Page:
A whole lot of clothes
The Guy in the Suit
When I studied at college I had a friend who turned up in a suit most days, whilst everyone else would be in their average, everyday attire. When asked why he wore the suit he simply said “because it looks nice and smart”. His peers regarded this as quite odd. It is only now that I ask myself why we thought this was so strange. It is only now that I realise we can learn a lot from the guy in the suit and he probably had it right.
It came to my attention not so long ago that sometimes I would wake up on a morning and stay in my pyjamas all day. This often happens when I am fed up, only encouraging and prolonging my state of hopelessness. I noticed that once I made the effort to change out of my pyjamas and put on my favourite dress and my cherished gold caftan, I suddenly felt uplifted and it changed my outlook. I made a promise to myself that I would consciously decide to put on clothes on a morning that empower me, rather than stay in my pyjamas, or choose an outfit that I don’t actually feel great in.
I then realised that I was frequently wearing clothes on a daily basis that I didn’t feel expressed who I truly am. In actuality I really enjoy wearing dresses yet I always assumed it would be inappropriate to wear them if, for instance, I was simply visiting a friend at her house. So I asked myself… “Who says dresses should only be worn at an important event or in the summer?” I further explored my relationship with clothes and observed that sometimes I look at the inside of my wardrobe and stare aimlessly as if searching for Narnia; my mornings can be hindered with the struggle to decide on what to wear; I can find myself feeling uncomfortable with the clothes I’m in, either practically speaking or just not really liking the style. I thought “It would be great to easily choose and wear any outfit, in any given setting, that expresses who I truly am without having the fear of being judged by other people”. Something needed to change.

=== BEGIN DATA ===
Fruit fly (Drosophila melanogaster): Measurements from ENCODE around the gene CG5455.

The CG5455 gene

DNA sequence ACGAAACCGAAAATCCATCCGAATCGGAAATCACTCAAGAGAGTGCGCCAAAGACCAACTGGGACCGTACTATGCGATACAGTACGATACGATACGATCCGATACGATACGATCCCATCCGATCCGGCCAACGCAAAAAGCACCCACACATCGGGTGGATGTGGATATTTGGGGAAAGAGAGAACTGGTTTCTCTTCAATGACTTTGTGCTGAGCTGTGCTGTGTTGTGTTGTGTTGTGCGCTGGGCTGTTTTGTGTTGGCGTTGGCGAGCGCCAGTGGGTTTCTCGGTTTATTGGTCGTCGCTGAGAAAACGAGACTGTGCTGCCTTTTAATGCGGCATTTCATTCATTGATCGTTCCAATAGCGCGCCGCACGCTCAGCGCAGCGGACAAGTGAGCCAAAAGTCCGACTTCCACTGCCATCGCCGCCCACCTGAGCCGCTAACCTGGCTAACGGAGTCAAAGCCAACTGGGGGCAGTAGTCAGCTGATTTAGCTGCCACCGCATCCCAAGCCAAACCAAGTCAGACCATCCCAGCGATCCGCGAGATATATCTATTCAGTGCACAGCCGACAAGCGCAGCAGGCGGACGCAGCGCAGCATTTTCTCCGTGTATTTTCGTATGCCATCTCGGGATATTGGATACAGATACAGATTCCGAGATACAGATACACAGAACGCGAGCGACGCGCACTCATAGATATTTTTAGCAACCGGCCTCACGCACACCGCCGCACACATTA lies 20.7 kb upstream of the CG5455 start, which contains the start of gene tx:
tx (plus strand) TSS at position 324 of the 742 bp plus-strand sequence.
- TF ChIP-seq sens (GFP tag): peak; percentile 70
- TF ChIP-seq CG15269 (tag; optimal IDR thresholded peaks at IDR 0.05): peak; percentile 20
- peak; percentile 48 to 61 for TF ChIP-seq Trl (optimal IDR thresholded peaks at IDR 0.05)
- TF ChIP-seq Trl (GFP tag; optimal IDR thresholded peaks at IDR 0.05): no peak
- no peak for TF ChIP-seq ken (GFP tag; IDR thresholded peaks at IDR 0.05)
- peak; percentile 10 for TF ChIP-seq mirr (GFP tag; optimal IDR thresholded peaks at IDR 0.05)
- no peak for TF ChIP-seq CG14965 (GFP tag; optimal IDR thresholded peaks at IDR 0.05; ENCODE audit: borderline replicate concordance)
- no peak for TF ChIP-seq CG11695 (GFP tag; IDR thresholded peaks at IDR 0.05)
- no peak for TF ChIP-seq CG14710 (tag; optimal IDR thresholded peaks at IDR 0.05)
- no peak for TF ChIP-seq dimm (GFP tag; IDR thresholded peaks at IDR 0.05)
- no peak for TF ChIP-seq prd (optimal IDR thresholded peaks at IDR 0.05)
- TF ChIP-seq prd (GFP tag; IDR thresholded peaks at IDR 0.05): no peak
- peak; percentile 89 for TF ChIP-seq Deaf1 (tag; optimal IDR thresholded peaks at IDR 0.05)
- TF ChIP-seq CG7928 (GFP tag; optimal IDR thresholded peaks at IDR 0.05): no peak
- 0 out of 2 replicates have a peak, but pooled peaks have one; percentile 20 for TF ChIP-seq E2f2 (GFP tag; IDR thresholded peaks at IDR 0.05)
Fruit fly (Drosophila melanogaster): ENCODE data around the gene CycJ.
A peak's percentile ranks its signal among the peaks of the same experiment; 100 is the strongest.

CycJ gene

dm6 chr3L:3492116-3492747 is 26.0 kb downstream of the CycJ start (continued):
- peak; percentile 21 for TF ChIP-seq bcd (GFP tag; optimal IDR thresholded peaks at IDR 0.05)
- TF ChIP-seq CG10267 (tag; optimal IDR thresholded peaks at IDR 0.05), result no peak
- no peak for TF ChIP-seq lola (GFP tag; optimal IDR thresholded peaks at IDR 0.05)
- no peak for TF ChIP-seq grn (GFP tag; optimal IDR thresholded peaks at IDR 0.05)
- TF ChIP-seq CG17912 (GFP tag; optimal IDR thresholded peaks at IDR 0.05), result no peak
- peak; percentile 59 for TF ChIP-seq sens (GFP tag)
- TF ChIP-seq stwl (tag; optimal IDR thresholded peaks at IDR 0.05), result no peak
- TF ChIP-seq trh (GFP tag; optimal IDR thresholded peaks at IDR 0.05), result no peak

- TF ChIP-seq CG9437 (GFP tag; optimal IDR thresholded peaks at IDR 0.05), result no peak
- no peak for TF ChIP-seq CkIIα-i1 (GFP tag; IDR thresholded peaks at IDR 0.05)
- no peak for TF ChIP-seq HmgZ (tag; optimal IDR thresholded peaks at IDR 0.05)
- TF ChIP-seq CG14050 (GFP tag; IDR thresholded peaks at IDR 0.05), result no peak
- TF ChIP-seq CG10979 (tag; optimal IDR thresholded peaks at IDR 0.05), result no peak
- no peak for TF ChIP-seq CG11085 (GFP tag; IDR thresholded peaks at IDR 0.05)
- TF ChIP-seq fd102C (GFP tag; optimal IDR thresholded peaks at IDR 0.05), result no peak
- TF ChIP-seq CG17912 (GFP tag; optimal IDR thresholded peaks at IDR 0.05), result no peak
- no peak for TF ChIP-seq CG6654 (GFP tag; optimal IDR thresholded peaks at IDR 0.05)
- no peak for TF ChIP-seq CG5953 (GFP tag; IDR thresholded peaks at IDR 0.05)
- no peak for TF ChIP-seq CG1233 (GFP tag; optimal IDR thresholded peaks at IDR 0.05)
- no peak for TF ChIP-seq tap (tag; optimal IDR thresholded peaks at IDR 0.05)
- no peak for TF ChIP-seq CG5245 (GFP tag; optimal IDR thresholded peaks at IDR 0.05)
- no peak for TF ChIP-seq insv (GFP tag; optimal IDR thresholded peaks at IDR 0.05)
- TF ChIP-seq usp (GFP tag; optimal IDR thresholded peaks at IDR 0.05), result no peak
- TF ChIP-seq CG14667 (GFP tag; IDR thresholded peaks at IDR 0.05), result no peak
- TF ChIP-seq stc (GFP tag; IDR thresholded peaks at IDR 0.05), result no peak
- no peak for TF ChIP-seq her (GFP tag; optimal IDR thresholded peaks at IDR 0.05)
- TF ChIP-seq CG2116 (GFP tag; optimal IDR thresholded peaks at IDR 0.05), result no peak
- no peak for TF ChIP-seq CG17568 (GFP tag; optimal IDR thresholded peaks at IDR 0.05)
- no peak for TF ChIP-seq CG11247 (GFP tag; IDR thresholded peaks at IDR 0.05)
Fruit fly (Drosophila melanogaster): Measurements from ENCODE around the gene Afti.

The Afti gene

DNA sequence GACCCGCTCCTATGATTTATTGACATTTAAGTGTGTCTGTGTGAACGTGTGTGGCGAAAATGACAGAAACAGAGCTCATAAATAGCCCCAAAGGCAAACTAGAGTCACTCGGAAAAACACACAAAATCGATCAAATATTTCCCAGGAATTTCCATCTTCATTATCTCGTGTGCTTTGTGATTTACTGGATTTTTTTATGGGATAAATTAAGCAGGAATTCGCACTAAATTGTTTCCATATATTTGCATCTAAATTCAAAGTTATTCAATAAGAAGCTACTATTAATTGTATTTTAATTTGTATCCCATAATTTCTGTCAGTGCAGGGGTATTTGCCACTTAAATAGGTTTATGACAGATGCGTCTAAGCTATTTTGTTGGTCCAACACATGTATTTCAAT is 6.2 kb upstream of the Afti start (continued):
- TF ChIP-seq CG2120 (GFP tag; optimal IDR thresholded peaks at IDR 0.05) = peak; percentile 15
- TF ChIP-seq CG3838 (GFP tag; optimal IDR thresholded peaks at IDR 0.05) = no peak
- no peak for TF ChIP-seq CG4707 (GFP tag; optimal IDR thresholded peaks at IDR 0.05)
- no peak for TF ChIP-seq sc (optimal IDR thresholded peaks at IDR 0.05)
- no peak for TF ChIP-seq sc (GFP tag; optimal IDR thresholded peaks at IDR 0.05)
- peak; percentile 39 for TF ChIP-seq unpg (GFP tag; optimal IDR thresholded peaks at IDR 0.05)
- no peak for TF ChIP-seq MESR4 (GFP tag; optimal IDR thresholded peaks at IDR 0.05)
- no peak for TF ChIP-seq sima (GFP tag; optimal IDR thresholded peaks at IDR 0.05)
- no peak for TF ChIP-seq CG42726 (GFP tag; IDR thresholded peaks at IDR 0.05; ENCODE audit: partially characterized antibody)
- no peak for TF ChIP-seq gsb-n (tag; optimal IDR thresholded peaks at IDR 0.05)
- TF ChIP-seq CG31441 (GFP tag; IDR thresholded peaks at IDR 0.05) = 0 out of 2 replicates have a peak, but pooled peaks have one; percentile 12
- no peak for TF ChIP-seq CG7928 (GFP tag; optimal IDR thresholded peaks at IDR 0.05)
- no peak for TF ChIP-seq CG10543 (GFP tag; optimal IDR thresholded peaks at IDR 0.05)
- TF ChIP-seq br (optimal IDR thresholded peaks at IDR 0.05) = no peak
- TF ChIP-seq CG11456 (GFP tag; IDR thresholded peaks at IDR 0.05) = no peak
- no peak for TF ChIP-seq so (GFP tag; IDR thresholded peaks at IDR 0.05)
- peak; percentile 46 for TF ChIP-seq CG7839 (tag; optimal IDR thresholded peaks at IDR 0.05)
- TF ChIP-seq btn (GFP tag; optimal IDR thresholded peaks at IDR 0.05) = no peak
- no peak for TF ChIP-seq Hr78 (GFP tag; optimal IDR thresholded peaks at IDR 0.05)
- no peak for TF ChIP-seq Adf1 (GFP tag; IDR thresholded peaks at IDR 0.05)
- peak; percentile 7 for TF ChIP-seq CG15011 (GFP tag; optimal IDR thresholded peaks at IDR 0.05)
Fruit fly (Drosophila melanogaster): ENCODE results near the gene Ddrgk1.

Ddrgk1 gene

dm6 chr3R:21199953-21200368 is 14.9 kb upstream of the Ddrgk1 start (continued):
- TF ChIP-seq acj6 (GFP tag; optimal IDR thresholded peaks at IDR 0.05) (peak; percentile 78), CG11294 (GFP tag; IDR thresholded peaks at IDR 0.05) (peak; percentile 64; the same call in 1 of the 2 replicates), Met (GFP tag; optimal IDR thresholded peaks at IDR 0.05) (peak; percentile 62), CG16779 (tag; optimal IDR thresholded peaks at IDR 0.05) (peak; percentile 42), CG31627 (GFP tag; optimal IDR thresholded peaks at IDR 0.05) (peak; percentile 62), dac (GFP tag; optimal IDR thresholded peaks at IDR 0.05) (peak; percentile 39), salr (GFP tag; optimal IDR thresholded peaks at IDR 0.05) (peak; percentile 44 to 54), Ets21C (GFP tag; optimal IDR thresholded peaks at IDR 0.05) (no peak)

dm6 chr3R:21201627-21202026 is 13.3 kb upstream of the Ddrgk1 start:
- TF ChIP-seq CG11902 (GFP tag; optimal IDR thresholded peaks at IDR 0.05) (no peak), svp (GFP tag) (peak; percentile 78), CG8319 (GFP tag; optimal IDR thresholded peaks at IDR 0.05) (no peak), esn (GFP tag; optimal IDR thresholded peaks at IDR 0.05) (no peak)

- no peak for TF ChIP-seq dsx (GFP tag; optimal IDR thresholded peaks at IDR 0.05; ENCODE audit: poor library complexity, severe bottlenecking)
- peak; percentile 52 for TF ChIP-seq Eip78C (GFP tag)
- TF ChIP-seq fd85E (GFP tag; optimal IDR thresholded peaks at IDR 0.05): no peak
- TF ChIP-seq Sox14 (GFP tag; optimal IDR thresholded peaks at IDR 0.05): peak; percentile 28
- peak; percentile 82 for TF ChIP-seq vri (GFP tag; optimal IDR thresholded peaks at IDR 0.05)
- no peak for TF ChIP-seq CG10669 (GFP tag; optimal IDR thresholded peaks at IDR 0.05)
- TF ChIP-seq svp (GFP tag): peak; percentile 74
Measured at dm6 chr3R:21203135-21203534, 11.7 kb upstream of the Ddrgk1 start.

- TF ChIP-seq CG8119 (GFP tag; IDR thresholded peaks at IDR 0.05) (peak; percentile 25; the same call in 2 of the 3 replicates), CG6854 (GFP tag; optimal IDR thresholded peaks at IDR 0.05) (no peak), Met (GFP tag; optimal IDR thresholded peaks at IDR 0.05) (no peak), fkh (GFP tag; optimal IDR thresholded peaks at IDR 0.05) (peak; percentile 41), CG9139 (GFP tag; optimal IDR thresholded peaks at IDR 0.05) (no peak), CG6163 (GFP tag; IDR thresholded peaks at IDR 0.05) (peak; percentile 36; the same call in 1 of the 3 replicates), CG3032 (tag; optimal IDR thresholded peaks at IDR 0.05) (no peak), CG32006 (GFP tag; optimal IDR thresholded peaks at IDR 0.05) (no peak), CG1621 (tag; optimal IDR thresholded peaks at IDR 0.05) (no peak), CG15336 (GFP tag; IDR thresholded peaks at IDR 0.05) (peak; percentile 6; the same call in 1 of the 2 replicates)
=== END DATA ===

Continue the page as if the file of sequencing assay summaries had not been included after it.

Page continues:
This lead to contemplations and questionings such as: why do we wear certain clothes and why do we judge people on what they wear? The summary of my pondering is a term I like to call clothes therapy; understanding that being aware of how making simple changes to how we think about clothes and what we wear, can help us a great deal.
The Naked Truth
The basic function of wearing clothes is to cover up our bodies. On a more non-practical and spiritual level we wear clothes to express our individualism; to say to people “this is who I am”, without even opening our mouths. Having the ability to decide what clothes we wear holds the potential for us to unleash the artist within us, the canvas being our bodies. We want our artwork to be appreciated and acknowledged by others. Well why wouldn’t we? It is a reflection of us.